While regulation is often perceived within a vertical hierarchy of a state-centred paradigm with command and control tools, legal researchers in this program look to a decentred account of regulation which highlights not only the role of state institutions, but also regulatory actors such as the role of markets, third party accreditation and self regulation and private grievance procedures. Researchers examine the complex array of interdependent and overlapping mechanisms in contract, intellectual property, taxation, corporation, and insurance laws.
- Research leader
- Research team
- Organisational unit
- Lead unit School of Accountancy Other units 1st January 2000 1st January 2000
- Research areas
Some of the research currently being conducted by this group includes:
- the regulation and reform of fundraising laws, charity governance regulations, definition of charity and the administration of government grants and service agreements.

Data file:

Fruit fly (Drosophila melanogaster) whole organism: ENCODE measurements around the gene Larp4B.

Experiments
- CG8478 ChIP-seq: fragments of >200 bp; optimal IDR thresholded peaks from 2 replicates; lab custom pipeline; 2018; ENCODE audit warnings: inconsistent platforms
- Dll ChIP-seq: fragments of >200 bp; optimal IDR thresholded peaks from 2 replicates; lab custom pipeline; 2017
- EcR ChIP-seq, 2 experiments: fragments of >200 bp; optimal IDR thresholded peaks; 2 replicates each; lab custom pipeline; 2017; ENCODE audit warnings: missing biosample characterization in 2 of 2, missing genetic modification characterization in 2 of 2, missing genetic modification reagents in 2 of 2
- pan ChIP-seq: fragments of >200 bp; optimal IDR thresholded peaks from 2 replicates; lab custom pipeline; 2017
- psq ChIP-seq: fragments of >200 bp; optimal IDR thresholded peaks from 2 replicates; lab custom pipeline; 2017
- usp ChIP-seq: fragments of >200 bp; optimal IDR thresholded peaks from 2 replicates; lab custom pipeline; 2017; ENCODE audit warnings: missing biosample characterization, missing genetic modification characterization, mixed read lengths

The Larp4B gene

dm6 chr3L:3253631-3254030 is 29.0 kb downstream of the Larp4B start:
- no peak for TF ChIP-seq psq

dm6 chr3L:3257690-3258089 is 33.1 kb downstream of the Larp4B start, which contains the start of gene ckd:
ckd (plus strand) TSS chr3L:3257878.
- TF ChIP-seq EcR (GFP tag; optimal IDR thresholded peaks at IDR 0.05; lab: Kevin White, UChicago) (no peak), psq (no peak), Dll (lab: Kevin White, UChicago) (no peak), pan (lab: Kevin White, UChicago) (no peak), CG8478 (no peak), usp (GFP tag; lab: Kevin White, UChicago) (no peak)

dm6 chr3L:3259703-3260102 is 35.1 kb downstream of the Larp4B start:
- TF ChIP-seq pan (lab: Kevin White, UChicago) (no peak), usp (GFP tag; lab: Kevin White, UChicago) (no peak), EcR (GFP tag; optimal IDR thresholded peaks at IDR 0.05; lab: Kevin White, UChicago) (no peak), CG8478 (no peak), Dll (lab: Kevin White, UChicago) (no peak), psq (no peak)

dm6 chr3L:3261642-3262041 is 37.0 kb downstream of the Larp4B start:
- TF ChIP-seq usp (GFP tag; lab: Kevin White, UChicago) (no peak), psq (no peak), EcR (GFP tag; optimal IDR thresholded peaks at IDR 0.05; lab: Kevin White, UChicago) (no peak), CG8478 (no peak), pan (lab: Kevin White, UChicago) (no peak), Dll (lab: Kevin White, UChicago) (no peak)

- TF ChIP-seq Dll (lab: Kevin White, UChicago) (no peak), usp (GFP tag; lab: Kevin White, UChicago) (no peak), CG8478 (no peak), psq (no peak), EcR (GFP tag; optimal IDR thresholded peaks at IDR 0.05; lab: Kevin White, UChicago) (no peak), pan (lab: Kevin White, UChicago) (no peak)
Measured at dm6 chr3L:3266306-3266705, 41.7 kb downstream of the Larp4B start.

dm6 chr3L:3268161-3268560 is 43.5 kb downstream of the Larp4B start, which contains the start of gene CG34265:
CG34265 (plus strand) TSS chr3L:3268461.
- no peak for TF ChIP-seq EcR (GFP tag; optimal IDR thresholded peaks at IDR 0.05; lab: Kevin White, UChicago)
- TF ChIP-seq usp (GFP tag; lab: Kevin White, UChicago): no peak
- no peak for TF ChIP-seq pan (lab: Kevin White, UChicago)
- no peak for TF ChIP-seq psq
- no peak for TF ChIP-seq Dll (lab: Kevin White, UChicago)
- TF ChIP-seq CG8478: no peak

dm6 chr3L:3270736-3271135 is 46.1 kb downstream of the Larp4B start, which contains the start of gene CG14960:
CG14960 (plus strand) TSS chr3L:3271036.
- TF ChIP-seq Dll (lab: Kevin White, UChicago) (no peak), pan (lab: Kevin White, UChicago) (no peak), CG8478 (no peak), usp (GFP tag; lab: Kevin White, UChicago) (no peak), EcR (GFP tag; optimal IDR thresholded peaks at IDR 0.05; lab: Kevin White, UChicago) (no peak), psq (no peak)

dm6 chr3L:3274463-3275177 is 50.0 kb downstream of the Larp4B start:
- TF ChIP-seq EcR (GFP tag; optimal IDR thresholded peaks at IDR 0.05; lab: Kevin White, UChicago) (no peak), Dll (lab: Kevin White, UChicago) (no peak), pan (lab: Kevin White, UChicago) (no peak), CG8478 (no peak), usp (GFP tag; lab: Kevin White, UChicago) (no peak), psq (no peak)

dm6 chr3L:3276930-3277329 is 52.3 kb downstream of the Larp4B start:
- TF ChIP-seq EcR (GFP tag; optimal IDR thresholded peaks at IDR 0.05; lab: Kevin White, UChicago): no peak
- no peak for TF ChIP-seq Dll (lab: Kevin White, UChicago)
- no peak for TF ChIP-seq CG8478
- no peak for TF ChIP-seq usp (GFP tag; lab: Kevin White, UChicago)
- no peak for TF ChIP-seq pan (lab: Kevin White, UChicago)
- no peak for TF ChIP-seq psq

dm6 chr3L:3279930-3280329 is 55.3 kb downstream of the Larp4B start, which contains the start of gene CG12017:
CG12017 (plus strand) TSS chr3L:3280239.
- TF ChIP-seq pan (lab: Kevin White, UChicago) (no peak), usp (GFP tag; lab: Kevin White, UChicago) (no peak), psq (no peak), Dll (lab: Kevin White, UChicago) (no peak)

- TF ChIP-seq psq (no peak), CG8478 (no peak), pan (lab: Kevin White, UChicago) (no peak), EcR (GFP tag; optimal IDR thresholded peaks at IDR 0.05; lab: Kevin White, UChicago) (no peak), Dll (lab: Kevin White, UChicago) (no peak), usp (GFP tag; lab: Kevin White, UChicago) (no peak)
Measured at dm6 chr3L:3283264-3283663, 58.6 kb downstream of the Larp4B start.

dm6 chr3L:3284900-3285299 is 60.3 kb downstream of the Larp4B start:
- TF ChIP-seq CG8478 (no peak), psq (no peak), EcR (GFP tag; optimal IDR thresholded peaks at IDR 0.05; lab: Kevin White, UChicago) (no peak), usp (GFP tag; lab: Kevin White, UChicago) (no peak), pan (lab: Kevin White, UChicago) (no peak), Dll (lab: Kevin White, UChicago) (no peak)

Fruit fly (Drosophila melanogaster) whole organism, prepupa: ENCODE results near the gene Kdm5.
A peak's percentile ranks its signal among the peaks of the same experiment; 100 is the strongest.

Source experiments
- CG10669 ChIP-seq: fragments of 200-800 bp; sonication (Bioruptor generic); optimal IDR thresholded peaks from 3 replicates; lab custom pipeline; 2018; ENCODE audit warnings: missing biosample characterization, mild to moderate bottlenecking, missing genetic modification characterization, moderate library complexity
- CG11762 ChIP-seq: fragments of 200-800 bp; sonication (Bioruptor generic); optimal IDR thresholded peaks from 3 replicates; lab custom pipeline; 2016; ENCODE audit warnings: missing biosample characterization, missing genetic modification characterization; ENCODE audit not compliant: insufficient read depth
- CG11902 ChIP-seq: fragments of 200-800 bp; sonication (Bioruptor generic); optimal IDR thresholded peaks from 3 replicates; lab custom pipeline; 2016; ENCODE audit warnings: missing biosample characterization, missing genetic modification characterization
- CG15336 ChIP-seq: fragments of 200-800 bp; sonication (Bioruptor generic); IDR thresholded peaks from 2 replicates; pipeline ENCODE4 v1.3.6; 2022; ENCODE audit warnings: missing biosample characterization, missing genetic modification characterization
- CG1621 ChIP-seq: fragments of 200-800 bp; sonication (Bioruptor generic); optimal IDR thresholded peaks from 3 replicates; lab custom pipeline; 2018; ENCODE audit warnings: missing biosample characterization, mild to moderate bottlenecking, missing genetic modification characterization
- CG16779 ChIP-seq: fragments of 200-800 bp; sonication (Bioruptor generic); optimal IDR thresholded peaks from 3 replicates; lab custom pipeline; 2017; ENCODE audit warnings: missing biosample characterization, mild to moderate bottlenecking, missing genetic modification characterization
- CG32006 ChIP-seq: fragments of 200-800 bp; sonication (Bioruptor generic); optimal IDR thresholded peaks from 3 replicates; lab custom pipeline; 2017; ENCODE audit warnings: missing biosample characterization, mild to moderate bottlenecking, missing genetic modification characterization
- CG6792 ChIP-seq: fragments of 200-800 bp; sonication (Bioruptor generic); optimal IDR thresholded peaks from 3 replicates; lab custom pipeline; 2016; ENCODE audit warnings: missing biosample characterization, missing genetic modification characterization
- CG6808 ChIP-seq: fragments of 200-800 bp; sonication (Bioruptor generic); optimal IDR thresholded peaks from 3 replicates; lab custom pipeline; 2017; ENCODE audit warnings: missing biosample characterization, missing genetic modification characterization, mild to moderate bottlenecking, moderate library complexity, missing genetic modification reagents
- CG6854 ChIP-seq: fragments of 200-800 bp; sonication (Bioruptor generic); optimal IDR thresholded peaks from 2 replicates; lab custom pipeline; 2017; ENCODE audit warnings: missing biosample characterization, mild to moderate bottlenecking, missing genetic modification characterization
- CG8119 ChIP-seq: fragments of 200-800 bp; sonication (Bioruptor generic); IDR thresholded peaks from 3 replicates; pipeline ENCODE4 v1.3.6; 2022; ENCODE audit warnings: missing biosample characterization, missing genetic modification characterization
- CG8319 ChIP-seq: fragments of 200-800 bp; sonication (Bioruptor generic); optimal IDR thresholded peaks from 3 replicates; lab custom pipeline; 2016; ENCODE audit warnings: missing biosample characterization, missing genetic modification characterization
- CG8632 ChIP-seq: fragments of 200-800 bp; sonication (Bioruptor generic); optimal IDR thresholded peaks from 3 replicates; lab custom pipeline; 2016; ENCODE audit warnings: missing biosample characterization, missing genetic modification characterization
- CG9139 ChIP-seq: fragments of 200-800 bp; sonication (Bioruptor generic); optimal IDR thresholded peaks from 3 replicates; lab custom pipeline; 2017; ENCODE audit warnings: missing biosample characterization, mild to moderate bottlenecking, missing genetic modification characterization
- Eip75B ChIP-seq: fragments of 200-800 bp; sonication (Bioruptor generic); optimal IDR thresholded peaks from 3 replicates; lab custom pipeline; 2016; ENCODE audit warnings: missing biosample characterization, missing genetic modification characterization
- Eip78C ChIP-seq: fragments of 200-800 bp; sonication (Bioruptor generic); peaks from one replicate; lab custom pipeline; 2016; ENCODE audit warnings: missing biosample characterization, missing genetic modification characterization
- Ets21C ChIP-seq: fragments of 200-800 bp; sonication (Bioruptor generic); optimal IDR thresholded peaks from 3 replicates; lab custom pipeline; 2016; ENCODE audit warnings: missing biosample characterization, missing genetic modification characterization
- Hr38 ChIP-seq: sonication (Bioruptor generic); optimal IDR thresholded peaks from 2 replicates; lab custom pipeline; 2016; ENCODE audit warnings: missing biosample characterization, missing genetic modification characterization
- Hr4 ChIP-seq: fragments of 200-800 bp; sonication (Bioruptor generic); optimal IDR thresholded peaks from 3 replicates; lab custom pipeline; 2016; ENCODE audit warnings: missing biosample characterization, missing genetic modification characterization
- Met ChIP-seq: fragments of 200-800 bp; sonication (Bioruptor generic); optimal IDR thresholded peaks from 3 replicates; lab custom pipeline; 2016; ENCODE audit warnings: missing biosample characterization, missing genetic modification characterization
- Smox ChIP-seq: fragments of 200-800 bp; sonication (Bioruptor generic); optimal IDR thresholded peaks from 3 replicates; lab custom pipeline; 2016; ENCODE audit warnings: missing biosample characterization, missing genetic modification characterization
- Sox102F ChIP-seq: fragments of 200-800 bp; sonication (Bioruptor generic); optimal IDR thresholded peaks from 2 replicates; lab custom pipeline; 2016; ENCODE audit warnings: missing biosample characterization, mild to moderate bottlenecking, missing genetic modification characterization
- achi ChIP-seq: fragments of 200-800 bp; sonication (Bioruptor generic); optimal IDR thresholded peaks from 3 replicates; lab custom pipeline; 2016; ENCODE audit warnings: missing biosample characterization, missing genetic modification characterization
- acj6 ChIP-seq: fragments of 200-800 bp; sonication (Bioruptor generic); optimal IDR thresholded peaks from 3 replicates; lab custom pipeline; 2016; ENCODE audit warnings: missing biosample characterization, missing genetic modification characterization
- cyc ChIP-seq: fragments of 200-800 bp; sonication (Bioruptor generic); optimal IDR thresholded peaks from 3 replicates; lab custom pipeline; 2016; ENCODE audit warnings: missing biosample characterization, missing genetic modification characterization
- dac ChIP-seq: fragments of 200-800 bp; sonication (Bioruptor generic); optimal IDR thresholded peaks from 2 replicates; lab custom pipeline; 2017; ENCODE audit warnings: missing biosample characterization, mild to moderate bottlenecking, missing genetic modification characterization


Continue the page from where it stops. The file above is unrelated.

- examining the rules, policies and laws that govern and regulate transactions by participants in the capital market. Using accounting information and other data gathered from observing transactions (such as capital raising, mergers, audit opinions and voluntary reporting), the results of this research provide evidence to inform policy debates.
- the concept of 'meta-regulation' and its possible impact on corporate laws. The research aims to describe different meta-regulation approaches to corporate laws, so that laws can effectively link social values to economic incentives and disincentives, and can indirectly influence companies to incorporate corporate social responsibility principles at the core of their self-regulation strategies.
- fraud and corresponding regulatory issues, focusing on corporate fraud and misconduct and the impact of technology on fraud risks for businesses, such as cybercrime and cloud computing (for example, fraudulent phoenix behaviour and the commercial risks of cloud computing).
- addressing aggressive tax planning and tax avoidance by multinational entities (MNEs) and investigating whether a unitary taxation approach which reflects economic realities would more easily and effectively ensure that the profits of MNEs are taxed in the jurisdictions which give rise to those profits.